Sweden’s coach Janne Andersson arrives for a press conference at the Ekaterinburg Arena, in Yekaterinburg, on June 26, 2018 on the eve of the Russia 2018 World Cup group F football match between Mexico and Sweden. / AFP PHOTO / HECTOR RETAMAL
Sweden coach Janne Andersson ramped up his verbal attack on Germany on Tuesday, calling the behaviour of some of their staff in celebrating their last-gasp winner “scornful”.
Andersson admitted that his men, who face a do-or-die clash with Mexico on Wednesday, had suffered “turbulent” times following the dramatic 2-1 defeat to the world champions.
The coach was riled by what he felt were excessive celebrations by the German bench after Toni Kroos hit a spectacular 95th-minute winner on Saturday to rescue the team’s hopes in Russia.
Germany have taken action over the incident, suspending two of their staff for provoking the Swedish bench.
Media coordinator Uli Voigt and Georg Behlau, head of the backroom staff, will not attend Germany’s crunch match against South Korea on Wednesday.
Adding to the sour atmosphere, Swedish substitute Jimmy Durmaz was subjected to death threats and racial abuse online by Swedish fans blaming the winger for conceding the free-kick that led to the winner.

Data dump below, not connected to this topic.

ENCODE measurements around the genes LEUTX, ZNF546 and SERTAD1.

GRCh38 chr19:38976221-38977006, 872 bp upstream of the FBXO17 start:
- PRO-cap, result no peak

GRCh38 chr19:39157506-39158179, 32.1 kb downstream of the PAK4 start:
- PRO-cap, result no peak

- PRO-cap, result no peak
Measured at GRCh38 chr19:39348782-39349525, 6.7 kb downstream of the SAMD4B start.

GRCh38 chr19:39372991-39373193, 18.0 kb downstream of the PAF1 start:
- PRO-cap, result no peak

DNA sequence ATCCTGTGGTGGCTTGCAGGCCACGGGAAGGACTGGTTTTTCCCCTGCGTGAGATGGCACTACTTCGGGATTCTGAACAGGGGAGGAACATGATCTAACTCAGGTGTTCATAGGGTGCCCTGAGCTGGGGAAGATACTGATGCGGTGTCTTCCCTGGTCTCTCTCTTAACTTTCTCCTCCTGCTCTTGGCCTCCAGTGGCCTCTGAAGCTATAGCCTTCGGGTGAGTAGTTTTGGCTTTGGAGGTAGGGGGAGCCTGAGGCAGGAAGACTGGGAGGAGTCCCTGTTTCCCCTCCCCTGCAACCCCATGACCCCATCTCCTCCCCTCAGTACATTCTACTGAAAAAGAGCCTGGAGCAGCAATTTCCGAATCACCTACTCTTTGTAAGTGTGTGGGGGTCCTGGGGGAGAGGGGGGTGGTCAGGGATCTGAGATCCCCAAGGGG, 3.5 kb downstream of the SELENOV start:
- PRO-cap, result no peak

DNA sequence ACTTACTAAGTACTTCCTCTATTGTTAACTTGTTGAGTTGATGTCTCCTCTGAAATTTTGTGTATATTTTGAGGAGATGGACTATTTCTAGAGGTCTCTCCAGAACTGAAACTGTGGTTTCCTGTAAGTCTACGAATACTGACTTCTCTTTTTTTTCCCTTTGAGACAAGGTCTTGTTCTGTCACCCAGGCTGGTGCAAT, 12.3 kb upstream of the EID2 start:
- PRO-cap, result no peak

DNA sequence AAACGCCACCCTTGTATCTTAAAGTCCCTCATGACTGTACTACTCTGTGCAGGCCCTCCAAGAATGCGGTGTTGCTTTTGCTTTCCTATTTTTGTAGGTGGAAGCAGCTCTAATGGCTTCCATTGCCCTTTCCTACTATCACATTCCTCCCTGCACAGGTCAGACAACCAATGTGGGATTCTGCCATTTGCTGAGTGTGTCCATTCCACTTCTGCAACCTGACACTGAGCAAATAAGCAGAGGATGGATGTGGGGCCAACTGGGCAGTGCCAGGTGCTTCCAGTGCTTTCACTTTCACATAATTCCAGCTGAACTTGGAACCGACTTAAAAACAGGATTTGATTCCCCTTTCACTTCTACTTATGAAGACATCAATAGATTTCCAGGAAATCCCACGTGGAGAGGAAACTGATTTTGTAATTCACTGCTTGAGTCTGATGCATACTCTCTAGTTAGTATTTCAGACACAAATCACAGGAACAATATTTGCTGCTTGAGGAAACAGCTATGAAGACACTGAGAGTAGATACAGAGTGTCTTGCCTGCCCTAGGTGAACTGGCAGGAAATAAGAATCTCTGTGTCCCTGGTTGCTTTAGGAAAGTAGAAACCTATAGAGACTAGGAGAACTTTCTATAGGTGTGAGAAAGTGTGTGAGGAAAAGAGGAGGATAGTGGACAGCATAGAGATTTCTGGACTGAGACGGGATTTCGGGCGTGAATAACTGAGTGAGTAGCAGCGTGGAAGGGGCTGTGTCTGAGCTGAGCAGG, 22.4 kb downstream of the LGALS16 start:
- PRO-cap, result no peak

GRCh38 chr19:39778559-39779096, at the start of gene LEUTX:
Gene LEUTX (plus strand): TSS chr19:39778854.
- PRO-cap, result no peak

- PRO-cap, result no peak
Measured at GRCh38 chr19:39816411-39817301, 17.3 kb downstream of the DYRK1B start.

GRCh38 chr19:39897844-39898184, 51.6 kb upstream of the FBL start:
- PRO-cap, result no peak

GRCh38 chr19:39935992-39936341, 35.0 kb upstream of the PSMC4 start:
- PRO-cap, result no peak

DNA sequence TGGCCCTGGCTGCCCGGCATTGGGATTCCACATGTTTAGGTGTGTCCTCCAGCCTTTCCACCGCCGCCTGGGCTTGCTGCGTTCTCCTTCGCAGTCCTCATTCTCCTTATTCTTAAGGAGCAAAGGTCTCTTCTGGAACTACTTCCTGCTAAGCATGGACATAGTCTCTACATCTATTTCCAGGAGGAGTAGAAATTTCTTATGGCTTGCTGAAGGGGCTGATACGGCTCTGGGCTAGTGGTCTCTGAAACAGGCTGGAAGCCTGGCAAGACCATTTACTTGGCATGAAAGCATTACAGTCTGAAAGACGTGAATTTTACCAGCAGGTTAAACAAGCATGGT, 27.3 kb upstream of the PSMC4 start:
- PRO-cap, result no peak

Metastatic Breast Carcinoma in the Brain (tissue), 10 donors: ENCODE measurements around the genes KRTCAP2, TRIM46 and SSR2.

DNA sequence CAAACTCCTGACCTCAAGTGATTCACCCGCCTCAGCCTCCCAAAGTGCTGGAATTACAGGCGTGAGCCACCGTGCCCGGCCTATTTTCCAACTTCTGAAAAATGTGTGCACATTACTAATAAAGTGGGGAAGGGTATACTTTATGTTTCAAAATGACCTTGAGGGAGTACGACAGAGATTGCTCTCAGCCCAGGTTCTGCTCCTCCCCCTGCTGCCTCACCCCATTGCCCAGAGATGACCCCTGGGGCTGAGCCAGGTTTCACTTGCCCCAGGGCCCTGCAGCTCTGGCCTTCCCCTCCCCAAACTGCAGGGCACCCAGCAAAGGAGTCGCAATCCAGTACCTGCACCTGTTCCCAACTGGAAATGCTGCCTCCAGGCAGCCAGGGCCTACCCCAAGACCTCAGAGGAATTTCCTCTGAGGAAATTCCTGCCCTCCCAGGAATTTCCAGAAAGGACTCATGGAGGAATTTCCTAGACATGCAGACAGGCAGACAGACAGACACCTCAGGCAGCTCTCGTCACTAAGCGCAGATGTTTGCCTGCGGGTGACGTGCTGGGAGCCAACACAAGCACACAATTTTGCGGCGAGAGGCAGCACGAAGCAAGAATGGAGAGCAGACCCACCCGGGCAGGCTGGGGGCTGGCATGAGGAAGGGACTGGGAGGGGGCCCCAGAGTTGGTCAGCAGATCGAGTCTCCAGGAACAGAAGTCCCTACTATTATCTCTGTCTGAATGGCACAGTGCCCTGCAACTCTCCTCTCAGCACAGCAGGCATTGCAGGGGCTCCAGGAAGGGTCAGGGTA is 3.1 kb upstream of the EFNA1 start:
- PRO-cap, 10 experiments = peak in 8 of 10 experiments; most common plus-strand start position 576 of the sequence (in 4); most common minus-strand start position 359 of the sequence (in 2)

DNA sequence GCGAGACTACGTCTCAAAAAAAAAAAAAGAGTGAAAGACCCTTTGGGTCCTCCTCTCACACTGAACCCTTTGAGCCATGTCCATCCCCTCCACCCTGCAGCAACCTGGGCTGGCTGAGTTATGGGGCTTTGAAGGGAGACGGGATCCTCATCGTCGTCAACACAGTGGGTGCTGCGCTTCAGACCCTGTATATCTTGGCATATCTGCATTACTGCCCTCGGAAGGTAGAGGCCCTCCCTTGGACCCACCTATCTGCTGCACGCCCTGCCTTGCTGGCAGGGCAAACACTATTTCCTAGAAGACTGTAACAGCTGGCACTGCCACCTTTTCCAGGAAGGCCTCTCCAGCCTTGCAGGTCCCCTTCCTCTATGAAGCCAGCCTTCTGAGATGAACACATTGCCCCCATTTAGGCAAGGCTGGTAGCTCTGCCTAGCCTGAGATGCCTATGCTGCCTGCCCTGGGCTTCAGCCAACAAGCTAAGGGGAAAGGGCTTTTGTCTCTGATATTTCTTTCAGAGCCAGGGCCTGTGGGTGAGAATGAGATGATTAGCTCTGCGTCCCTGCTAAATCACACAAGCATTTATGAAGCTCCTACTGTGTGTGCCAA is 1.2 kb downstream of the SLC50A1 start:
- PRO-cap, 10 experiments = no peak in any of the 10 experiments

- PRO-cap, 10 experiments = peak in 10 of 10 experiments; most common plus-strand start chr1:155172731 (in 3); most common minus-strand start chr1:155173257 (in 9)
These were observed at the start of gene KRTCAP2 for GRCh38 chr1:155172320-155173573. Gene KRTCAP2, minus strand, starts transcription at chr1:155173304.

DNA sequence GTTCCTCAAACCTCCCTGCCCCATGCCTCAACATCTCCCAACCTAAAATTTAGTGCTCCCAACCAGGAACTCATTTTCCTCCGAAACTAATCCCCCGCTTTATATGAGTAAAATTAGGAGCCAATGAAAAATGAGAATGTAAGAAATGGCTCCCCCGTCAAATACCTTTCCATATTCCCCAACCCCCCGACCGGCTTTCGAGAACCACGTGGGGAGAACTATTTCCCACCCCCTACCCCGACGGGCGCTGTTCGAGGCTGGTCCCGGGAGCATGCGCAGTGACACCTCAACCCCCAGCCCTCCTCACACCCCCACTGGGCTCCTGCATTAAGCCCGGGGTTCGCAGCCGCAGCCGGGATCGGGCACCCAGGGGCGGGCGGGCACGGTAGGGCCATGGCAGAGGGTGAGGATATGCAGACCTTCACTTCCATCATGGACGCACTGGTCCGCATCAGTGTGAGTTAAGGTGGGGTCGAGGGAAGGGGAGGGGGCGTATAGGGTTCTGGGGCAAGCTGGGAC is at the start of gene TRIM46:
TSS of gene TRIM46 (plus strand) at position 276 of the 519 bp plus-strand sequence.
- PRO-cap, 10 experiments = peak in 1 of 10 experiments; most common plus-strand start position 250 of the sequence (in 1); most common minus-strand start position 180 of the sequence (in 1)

Andersson, still clearly furious about what he previously described as Germany “rubbing it in our faces”, said: “If I had not responded I would have been dead inside. It had nothing to do with football.”
“Unsportsmanlike behaviour is not OK,” the 55-year-old added.
Defender Andreas Granqvist criticised the Germans’ conduct but said they apologised afterwards.
Sweden aim to take their festering anger and use it to their advantage on the pitch against Mexico, said the centre-back.
Mexico top Group F and look most likely to qualify for the last 16, with Germany and Sweden battling for second spot.
Germany, who have looked out of sorts, play South Korea at the same time, in a nerve-wracking finale.
“When we heard, the group was annoyed, it is unacceptable,” the 33-year-old Granqvist said of the vitriol aimed at Durmaz, born in Sweden to Assyrian parents who emigrated from Turkey.
“But Jimmy is very strong as a person. We have let it go but will come out of it as a group much stronger.”
That view was echoed by Andersson, who insisted the agonising Germany defeat was behind them.
“We showed that we can play against the reigning champions all the way except the final seconds — that made us stronger.
“We come tomorrow at a top level. We have all to gain and win and mentally we are very, very strong. We believe in what we do.”